When a Christian is isolated, he or she is easy prey for the evil one. In a community, one is protected. The Holy Spirit gives the community courage and endurance, just as He did for the early communities of Rome or to the outlawed Catholic faithful in 16th-century England. When a Christian is isolated, he or she is easy prey for the evil one. In a community, one is protected. Tweet This

The Gospel according to Matthew (5:13-16) states that we, the Church, are salt and light for the world. “You are the salt of the earth; but if salt has lost its taste, how shall its saltiness be restored?” Through the community, God is making salt out of me. Being strenghtened by frequent participation in the sacraments, gathering for Liturgies of the Word in the middle of the week, receiving ongoing formation, praying with my brothers and sisters, my wife and I are becoming signs of Christ’s Resurrection to our friends, family, and neighbors.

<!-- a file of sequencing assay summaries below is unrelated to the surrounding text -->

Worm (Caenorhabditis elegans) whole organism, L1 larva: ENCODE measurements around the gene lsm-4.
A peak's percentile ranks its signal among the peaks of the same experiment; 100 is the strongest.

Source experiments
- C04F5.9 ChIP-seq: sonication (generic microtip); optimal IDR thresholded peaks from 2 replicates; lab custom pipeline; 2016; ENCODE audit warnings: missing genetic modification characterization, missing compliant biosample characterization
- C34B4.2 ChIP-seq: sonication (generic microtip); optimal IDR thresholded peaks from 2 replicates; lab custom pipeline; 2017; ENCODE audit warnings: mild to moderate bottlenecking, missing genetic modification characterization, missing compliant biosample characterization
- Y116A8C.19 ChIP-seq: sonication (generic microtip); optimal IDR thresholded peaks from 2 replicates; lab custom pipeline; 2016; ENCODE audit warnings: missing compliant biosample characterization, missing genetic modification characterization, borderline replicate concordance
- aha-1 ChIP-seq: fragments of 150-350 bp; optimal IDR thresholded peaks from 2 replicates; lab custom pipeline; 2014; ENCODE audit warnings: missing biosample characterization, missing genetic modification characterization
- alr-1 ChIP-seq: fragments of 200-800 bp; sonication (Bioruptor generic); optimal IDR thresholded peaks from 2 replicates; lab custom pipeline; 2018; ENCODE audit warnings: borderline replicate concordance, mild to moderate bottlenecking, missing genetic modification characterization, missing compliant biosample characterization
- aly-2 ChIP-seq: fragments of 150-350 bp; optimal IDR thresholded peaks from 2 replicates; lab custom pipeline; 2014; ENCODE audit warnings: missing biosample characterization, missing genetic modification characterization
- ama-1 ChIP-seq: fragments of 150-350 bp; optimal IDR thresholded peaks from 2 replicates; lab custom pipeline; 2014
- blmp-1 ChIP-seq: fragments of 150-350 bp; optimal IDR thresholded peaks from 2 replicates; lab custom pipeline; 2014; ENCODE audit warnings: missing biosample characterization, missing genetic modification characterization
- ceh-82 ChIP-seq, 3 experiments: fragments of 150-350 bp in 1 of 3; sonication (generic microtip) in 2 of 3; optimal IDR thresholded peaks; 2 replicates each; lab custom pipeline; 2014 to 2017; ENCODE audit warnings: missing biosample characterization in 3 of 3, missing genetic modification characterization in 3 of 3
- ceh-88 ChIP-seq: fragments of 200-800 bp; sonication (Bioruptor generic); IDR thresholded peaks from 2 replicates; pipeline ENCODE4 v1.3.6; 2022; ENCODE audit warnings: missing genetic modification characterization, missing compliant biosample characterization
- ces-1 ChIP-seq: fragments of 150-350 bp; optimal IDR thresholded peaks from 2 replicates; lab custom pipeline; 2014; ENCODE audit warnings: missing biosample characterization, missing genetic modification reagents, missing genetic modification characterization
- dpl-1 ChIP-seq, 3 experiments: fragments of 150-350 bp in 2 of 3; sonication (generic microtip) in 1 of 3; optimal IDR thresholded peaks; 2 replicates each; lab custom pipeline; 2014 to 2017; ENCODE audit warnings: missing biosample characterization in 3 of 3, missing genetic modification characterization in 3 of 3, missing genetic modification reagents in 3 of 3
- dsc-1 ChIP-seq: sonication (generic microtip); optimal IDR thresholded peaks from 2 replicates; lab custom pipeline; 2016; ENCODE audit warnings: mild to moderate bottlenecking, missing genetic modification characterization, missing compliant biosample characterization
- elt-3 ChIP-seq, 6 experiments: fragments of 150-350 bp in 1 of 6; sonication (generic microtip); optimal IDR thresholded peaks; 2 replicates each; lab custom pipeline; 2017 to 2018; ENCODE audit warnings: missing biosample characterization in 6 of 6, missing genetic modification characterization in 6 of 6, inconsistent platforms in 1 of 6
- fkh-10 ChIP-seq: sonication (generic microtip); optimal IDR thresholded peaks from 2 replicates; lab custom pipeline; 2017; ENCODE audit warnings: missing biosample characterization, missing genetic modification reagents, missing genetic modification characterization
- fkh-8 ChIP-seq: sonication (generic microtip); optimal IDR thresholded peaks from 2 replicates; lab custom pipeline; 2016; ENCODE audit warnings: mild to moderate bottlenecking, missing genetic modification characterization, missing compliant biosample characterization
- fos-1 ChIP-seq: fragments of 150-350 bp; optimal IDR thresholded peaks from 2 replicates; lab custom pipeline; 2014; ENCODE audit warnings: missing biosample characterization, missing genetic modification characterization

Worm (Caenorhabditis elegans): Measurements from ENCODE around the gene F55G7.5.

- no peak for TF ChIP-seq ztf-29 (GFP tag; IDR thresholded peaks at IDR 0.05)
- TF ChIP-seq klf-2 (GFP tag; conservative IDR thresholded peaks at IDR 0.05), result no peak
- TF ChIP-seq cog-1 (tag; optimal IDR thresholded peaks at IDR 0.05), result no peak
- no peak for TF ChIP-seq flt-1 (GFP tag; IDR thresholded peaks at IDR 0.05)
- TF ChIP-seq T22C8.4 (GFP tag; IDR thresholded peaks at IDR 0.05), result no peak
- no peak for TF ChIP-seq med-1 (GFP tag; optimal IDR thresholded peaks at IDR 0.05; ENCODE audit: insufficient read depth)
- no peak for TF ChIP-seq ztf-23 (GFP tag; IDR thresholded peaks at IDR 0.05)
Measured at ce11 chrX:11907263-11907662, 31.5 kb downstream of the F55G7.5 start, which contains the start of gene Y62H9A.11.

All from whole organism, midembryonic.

We live in an area of the United States where having five children raises eyebrows. It creates a question mark for the people who know us. They want to know why my wife is at home raising the girls instead of producing a second income for such a “big” family. 

“You are the light of the world…Let your light so shine before men, that they may see your good works and give glory to your Father who is in heaven” (Matthew 5:14,16). We, the members of the Church militant, are called to evangelize with our lives. Sometimes that means going out and preaching the Good News; sometimes it is just by being who we are. Either way, we need a community in which to receive the grace and courage to fulfill such a mission.